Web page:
Modern Hearing Aids Are Far More Than Just Simple Amplifiers. 2019-05-20
Until just over a century or so ago, the only forms of assistance available to those with a hearing problem were simple acoustic devices, such as the ear trumpet and speaking tube. These relied on the effects of their internal geometry to amplify incoming sounds and did so evenly across the entire range of audible frequencies. Their effect, however, was of comparatively little use as a means with which to counter auditory impairment and, in fact, it was little different from that which could be achieved simply by encouraging others to shout directly into the user’s ear. Modern hearing aids owe their greatly improved performance to the development of electronic amplification techniques together with a greater understanding of auditory function and malfunction, and the real-life needs of the hearing-impaired.
The turning point came in the latter years of the 19th century with the invention of the telephone. It paved the way for successive improvements in electronic amplification - first through the use of vacuum tubes, then transistors, and eventually, solid-state circuitry, creating a rapidly-growing assisted hearing industry in the process. It was, however, the birth of audiology following the Second World War that provided the insight which led to multichannel hearing aids that are able to compensate more precisely for the patterns of impairment displayed by individual subjects. When amplifying only those frequencies at which the subject’s hearing is impaired and to a degree sufficient to allow for the extent of impairment as determined by an audiogram, the effect is to create a sound experience that is much closer to that of a hearing individual.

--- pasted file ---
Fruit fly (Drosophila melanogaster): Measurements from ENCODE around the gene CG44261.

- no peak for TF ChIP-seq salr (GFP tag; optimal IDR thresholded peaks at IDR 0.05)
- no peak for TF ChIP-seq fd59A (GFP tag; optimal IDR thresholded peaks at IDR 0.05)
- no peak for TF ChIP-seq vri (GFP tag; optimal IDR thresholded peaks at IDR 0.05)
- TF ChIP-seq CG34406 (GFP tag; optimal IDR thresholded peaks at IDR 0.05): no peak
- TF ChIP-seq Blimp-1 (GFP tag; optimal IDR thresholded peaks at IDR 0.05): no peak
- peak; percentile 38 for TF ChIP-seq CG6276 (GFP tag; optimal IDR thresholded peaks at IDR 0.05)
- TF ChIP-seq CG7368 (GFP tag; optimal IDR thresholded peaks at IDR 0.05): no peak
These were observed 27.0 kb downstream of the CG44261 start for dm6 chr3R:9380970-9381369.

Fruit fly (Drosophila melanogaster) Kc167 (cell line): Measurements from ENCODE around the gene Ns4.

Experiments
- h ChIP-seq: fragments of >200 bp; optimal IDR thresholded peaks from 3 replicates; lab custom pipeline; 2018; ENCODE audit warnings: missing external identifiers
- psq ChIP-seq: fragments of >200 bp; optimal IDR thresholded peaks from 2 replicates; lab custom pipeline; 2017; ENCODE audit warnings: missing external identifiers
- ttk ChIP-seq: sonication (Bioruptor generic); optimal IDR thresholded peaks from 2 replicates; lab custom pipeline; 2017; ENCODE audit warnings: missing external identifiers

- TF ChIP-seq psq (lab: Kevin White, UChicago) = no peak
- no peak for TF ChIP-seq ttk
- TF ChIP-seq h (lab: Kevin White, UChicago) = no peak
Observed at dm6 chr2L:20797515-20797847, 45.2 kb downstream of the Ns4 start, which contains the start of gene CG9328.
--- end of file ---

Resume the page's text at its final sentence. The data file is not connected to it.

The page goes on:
Digital electronics have allowed manufacturers to develop much smaller products - some may even be concealed deep within the ear canal, making them essentially invisible to others. In addition to being more discrete, the technology now enables those who wear hearing aids to interact freely with other digital devices, such as smartphones, tablets, TVs, and DAB radios, by using Bluetooth technology to establish a wireless connection to these and other compatible devices. Directional microphones provide an immersive surround-sound effect and can help wearers to identify who is speaking to them from among others who may be chatting in the same room or vehicle.
Other significant advances resulting from the use of digital technology include algorithms that can distinguish between speech and music, and adjust their processing for optimum effect, as well as the increased battery life resulting from reduced power consumption despite new functions, such as the ability to stream music. Some of the hearing aids in use today even make use of rechargeable batteries that can be quickly be replenished to provide a full 24 hours of use.